abstract = "{\circledC} 2015, Springer International Publishing Switzerland. Background: Neuropathic pain is more common among older people than in the general population, and the efficacy of medical treatment often remains unsatisfactory. Objective: The aim of this study was to assess the presence, diagnostic certainty, etiology and treatment of neuropathic pain in community-dwelling older people with chronic pain. Methods: Independently living older people aged 75, 80 and 85 years subject to communal preventive home visits with chronic pain were invited to a clinical pain examination by a geriatrician. Results: Overall, 106 patients consented to participate in the clinical study. Neuropathic pain was diagnosed in 51 (48 {\%}) patients, with 75 {\%} of pain states definite and 25 {\%} probable neuropathic pain. The most common etiology was degenerative disease of the spinal column causing radiculopathy. At the study visit, 11 patients (22 {\%} of neuropathic pain patients) were receiving medication that was demonstrated to be effective against neuropathic pain. The geriatrician recommended a trial of a new medicine for 17 patients, but only six continued the medication going forward. Conclusions: Neuropathic pain was surprisingly common in our cohort. Finding effective pain medication is challenging due to comorbidities, possible side effects, and vulnerability in older age. Other pain management methods should be considered.",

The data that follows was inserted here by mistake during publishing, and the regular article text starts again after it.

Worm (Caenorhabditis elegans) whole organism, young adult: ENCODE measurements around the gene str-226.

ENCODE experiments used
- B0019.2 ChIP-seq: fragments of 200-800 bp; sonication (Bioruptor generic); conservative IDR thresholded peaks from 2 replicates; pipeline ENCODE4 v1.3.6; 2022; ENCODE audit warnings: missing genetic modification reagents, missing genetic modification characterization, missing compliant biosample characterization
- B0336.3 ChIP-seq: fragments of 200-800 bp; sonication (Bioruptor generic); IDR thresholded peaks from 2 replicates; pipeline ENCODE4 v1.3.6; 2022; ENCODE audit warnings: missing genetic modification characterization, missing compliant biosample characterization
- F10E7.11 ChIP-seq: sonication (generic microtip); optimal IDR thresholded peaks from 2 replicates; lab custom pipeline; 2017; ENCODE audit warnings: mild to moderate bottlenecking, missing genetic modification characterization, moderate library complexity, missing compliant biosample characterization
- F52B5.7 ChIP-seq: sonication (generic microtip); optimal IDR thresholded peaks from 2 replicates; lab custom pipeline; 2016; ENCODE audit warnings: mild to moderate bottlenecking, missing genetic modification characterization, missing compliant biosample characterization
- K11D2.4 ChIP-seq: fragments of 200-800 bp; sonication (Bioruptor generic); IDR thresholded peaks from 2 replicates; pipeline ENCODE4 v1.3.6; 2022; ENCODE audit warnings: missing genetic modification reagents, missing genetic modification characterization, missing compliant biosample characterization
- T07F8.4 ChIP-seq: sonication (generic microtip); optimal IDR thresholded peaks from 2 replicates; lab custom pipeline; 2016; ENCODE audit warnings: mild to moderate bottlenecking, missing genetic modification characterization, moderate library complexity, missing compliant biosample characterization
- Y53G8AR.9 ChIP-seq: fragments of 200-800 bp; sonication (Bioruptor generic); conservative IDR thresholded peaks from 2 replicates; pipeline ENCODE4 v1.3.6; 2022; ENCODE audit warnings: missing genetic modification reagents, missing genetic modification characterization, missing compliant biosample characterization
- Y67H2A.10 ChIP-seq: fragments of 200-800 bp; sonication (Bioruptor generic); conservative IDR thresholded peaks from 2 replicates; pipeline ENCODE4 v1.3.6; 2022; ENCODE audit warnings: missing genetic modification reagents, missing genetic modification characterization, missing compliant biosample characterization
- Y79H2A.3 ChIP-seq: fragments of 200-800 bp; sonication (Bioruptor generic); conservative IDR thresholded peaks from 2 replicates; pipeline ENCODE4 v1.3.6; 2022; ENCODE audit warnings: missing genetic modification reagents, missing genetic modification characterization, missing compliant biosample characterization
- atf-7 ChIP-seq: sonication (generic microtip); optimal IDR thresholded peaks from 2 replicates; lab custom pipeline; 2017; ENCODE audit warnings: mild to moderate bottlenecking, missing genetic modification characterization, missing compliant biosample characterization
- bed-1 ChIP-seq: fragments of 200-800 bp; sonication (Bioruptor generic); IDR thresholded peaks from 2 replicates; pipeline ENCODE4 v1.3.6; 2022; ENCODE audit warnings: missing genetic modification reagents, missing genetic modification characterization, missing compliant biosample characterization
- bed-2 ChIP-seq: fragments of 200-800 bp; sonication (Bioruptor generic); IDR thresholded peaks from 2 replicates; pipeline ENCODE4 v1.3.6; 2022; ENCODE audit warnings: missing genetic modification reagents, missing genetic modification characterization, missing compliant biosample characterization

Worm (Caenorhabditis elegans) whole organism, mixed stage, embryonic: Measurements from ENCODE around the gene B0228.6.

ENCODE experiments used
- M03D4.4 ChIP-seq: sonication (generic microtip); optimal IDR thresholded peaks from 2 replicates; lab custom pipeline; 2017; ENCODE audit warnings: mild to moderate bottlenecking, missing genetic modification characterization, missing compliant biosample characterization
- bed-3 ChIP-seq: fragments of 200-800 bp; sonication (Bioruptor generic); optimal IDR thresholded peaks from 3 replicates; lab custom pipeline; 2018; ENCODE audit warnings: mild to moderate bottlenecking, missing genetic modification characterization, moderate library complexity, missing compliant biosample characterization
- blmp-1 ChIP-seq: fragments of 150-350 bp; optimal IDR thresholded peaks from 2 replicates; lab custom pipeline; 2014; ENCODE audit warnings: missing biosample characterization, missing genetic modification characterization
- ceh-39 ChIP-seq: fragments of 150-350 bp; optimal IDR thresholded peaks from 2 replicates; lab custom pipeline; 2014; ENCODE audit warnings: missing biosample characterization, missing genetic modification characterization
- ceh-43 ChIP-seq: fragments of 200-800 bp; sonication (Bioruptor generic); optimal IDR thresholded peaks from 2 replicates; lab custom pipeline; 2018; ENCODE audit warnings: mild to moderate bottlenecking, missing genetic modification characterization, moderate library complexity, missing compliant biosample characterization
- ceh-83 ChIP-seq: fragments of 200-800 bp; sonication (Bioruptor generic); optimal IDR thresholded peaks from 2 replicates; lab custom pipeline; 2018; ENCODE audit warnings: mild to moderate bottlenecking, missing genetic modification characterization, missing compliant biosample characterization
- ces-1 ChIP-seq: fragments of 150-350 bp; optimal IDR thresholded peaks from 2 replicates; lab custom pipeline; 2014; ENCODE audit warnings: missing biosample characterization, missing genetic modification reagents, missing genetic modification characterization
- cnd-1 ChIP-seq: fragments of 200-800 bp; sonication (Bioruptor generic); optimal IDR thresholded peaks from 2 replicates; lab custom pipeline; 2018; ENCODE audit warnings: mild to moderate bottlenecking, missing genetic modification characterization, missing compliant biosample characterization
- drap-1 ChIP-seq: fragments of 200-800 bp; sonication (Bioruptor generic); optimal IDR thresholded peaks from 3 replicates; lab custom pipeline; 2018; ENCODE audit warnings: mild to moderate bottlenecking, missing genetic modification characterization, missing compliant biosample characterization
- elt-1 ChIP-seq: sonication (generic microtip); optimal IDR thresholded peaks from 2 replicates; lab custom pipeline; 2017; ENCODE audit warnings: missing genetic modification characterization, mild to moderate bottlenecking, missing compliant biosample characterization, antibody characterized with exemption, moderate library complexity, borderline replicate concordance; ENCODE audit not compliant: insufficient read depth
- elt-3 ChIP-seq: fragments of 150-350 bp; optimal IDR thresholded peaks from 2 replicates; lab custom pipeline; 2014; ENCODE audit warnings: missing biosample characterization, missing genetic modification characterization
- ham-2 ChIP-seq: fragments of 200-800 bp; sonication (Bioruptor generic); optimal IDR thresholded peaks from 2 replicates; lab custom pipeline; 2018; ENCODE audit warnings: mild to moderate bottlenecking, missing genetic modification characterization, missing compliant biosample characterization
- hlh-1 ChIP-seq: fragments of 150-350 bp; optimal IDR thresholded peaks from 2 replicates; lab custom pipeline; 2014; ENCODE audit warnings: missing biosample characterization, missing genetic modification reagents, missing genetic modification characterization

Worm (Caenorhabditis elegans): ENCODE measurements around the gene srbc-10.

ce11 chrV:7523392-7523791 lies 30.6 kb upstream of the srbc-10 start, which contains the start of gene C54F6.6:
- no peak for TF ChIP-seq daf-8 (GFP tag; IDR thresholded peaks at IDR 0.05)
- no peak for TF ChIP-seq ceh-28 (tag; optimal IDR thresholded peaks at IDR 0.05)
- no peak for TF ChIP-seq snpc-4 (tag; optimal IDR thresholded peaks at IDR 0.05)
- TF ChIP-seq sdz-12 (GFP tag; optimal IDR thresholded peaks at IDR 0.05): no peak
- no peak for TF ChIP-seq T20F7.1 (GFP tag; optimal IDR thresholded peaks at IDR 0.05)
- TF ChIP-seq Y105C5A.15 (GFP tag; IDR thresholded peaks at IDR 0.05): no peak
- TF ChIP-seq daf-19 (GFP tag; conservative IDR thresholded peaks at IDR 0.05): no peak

author = "S. Rapo-Pylkk{\"o} and M. Haanp{\"a}{\"a} and Helena Liira",
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    doi = "10.1007/s40266-015-0294-5",
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    Neuropathic Pain Among Community-Dwelling Older People: A Clinical Study in Finland. / Rapo-Pylkkö, S.; Haanpää, M.; Liira, Helena.

    In: Drugs & Aging, Vol. 32, No. 9, 2015, p. 737-742.

    Research output: Contribution to journalArticle

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    AU - Haanpää, M.

    AU - Liira, Helena